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Teen alcoholic sues to get back on basketball team

Says he's covered by disabilities act

Rickey Higgins  


Alcoholism and the Disabilities act

CNN's Lisa Price talks with Higgins, attorneys, and experts.
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September 20, 1999
Web posted at: 11:04 a.m. EDT (1504 GMT)

CHICAGO (CNN) --- A star basketball player and high school senior, who has been diagnosed as an alcoholic, is suing his school district under the Americans with Disabilities Act after the school kicked him off the team for athletic code violations involving alcohol.

Rickey Higgins, 17, was suspended from the state finalists Blue Devils team, at suburban Chicago's Warren Township High School, for violating the school's athletic code after two alcohol-related offenses, including a May 23 drunken driving car accident that nearly killed him.

The school's code imposes a 30 percent cut in an athlete's participation in the season for the first offense involving alcohol, and bans participation for the entire season once a second offense is confirmed.

"He has been diagnosed as an alcoholic, that is a recognized disability under federal law and it is illegal for any public entity, which the school is, to discriminate," Steven Glink, lawyer for Higgins and his mother Elizabeth Stearns, told CNN.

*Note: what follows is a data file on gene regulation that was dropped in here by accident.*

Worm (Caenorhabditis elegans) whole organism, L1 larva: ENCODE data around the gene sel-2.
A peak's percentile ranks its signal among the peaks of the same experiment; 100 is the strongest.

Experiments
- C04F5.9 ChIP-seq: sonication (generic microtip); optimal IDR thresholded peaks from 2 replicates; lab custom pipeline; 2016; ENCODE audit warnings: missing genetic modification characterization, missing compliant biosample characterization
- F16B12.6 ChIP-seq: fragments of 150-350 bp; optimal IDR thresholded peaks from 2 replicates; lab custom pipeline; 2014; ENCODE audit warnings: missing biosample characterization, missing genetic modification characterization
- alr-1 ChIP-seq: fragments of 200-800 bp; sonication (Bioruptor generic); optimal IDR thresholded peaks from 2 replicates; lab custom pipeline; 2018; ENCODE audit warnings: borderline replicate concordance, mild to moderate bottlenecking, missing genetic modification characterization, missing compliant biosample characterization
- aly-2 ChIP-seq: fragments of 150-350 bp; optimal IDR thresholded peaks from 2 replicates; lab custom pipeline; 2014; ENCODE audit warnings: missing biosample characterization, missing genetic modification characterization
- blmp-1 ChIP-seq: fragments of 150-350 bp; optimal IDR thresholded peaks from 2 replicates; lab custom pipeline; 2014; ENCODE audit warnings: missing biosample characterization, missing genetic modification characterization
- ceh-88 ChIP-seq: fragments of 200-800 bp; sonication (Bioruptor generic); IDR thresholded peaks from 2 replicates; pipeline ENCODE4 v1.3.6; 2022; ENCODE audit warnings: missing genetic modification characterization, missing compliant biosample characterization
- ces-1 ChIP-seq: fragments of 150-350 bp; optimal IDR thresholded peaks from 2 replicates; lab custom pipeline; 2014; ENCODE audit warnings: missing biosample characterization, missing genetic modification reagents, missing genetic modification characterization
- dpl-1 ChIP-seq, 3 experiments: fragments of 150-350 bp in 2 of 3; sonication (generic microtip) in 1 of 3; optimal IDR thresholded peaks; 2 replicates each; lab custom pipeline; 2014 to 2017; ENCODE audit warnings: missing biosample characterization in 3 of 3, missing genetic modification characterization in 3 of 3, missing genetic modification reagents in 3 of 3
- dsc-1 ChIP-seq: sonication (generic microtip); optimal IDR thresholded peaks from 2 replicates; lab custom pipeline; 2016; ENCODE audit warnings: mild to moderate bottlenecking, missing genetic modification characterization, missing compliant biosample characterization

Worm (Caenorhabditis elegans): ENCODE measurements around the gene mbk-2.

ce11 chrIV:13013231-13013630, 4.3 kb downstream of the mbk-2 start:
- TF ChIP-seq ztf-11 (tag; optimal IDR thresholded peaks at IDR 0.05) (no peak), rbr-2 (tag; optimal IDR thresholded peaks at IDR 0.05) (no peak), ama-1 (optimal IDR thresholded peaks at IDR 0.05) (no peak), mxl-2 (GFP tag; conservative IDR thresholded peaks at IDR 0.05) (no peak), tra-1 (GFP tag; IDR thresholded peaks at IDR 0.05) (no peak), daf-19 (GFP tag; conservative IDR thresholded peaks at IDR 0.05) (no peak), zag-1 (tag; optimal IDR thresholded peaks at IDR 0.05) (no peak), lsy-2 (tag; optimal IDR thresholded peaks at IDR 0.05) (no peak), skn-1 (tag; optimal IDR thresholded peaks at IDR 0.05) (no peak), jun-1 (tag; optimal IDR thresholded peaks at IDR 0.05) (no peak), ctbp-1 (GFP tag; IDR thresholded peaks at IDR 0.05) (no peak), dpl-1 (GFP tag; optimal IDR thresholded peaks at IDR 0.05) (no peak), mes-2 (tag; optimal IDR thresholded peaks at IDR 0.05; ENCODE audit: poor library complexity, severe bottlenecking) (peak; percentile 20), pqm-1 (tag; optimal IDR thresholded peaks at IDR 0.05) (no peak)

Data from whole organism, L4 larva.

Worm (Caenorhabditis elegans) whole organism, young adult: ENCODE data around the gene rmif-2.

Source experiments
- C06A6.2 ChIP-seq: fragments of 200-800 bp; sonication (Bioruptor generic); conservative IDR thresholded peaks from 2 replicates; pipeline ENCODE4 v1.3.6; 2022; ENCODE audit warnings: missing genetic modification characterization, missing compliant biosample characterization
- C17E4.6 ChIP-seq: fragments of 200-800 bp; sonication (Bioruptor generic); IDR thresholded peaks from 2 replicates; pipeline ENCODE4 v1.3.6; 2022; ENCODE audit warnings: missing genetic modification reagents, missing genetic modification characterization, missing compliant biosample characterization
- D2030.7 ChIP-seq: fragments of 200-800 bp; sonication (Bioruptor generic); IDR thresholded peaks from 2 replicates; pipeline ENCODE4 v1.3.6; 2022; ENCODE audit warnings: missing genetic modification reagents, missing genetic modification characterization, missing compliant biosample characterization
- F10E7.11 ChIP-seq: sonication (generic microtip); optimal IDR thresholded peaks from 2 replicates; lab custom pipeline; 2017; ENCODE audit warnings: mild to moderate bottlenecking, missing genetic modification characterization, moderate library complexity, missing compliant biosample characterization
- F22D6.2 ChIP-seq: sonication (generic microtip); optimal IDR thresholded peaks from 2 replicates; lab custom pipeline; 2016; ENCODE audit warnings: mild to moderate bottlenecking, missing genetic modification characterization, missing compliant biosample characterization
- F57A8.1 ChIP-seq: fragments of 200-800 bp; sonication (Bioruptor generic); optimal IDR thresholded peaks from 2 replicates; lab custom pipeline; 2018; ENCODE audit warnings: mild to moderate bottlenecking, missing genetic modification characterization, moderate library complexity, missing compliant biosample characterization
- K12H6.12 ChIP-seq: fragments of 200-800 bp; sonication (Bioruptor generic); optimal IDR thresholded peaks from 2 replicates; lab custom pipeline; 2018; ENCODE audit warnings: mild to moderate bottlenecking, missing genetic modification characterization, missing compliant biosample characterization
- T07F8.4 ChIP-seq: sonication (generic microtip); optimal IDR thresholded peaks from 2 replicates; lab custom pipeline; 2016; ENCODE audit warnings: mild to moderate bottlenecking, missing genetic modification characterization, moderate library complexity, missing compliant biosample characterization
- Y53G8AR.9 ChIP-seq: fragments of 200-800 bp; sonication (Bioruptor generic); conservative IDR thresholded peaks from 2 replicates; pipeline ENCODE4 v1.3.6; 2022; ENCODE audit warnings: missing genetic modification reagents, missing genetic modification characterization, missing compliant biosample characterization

"I am doing everything I can to stay sober, and I will continue to. I just feel like some way I've got to get a break somewhere," said Higgins, the star of state finals last spring.

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The school district's lawyer, Bennett Rodick, said this lawsuit, which is being filed in U.S. District Court and requests Higgins' reinstatement to the team and $100,000 in damages is the first time the Americans with Disabilities Act, has been used in this manner.

The ADA recognizes alcoholism as a disability, according to ADA experts at the Great Lakes Disability and Business Technical Assistance Center at the University of Illinois-Chicago.

"This is the first time we've had a claim exactly like this, where, in effect, the ADA" is being used as a "shield against otherwise illegal conduct," Rodick said. Lawyers on both sides agree the suit could set a precedent.

'The school has the right'

"The school has the right to expect that the athletes will represent the school and conform to reasonable standards of conduct. In this case, they want to get rid of (the school's policy) altogether," Rodick told the Lake Villa Review newspaper in suburban Chicago.

"Coverage under the law is not just based on 'Am I a person with a disability,'" said ADA expert Robin Jones, director of the Great Lakes ADA Center. "I also have to be a qualified person with a disability for the situation I am applying the law to."

Higgins has been sober since the May 23 accident, is getting counseling, attends Alcoholics Anonymous meetings and gives speeches to groups. He has been in school for two weeks since the lawsuit was filed.

"Rickey is always happiest in basketball season and he would be lost without this daily activity," said Higgins' mother, Stearns.

Since then, another star basketball player with the Blue Devils transferred from the school following his arrest on charges of assault and reckless driving.

Correspondent Lisa Price contributed to this report.

When alcohol becomes a problem
September 1, 1999
Substance abuse recovery programs: Which one is right for you?
May 19, 1999

Warren Township High School
Americans with Disabilities Act
Alcoholics Anonymous
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